The study that the British Geological Survey undertook concludes that hydraulic fracturing is generally accompanied by microseismicity and
“the probability of felt earthquakes caused by hydraulic fracturing for recovery of hydrocarbons is very small.”
The study also observes that improved understanding of the hazard from induced seismicity and the successful implementation of regulatory measures to mitigate the risk of induced seismicity are likely to require additional data from a number of sources, including improved monitoring capabilities.
As we committed to do as part of the moratorium, the Scottish Government has hosted a workshop with regulators. A record of that meeting is now available to view on the Scottish Government’s website.
To ensure that the full range of environmental issues is given due consideration, a full strategic environmental assessment will be prepared and considered before a final decision is taken.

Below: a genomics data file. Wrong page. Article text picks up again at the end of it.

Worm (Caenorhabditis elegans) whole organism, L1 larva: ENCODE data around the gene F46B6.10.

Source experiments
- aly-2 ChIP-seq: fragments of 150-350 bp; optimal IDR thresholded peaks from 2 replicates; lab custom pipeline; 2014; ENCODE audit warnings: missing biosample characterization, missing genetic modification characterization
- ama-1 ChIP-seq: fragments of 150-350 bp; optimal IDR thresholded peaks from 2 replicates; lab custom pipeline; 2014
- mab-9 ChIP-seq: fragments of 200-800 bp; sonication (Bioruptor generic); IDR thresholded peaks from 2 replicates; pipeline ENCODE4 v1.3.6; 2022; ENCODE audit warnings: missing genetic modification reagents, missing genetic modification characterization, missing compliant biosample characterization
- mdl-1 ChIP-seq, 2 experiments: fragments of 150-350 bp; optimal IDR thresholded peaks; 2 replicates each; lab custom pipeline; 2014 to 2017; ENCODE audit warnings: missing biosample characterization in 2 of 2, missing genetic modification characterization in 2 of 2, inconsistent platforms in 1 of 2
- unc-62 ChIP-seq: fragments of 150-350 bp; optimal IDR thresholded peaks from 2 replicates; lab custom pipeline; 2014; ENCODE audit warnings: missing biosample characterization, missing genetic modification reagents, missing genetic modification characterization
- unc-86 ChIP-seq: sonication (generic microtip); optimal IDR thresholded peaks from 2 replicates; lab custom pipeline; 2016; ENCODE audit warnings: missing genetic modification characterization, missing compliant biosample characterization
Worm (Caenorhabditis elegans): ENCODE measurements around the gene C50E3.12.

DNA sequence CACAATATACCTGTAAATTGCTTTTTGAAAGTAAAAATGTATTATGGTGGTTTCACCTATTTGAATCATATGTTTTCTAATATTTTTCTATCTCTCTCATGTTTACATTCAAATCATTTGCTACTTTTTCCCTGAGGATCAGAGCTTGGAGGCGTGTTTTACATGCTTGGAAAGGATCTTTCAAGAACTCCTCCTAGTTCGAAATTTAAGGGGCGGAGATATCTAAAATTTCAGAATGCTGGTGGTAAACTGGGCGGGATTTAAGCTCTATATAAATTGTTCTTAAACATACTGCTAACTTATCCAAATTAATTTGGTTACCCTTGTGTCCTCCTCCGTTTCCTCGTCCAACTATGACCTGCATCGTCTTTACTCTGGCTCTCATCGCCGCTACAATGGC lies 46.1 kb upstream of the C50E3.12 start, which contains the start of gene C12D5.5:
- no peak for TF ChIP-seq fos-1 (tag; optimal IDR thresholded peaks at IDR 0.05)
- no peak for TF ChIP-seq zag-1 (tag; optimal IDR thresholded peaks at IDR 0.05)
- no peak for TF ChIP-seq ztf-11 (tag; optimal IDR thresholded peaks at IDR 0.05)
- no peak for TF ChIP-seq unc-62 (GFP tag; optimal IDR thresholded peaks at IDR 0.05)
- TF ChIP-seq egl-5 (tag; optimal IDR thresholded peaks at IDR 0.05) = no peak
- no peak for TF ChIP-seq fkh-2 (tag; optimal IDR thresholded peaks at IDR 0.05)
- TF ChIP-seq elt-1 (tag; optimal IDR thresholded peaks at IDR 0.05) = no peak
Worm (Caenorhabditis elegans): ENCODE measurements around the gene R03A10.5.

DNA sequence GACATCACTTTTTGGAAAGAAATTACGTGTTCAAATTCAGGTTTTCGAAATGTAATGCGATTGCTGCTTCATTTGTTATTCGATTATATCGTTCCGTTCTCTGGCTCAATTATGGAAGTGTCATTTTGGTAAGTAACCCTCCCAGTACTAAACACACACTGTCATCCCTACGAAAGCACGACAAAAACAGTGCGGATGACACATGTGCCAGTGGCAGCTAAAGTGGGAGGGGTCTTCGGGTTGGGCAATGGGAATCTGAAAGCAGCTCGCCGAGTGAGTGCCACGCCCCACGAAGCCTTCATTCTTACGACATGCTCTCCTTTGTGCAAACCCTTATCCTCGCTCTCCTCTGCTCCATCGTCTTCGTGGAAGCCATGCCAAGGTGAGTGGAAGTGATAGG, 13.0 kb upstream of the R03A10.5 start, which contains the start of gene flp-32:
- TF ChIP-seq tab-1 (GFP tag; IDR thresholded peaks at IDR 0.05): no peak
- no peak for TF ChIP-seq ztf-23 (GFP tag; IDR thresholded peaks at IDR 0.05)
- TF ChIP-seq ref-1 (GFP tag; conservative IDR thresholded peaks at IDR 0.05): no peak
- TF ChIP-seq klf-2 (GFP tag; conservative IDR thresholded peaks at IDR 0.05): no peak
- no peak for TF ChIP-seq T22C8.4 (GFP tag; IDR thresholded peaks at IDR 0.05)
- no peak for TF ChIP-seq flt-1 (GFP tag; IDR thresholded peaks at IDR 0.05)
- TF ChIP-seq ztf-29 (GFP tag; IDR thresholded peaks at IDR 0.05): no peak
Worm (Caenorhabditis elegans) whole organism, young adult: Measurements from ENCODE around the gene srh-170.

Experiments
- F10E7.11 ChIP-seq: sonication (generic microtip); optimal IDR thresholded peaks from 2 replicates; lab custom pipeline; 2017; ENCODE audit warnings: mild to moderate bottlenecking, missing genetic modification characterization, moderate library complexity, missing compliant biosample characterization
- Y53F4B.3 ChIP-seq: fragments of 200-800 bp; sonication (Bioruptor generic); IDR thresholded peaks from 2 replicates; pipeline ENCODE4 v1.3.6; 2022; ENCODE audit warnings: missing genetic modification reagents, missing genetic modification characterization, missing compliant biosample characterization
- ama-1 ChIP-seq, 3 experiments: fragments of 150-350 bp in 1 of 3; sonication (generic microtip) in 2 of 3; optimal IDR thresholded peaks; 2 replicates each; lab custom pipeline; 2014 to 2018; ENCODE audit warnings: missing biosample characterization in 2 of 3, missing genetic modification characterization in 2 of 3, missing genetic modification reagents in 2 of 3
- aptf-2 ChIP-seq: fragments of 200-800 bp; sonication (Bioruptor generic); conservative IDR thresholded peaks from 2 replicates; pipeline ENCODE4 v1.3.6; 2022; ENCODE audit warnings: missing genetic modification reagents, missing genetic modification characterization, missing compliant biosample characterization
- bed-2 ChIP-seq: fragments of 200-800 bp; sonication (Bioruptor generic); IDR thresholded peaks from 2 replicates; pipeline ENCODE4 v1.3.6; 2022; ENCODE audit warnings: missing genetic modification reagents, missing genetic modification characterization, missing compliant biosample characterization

I am confident that the reports that we have published today deepen our knowledge of the evidence and shed light on the issues and choices that the industry presents. I hope that members can tell from the summary of the research that no one study can give a conclusive view on the industry and whether it has a place in Scotland’s energy mix. Some will say that the research shows that the economic impact is low and that the risks are too great; others will say that the risks can be managed and that the potential economic gain cannot be ignored.
The reports rightly do not make recommendations on whether unconventional oil and gas should be permitted. The science and evidence inform the debate, and it is now time for that debate to take place.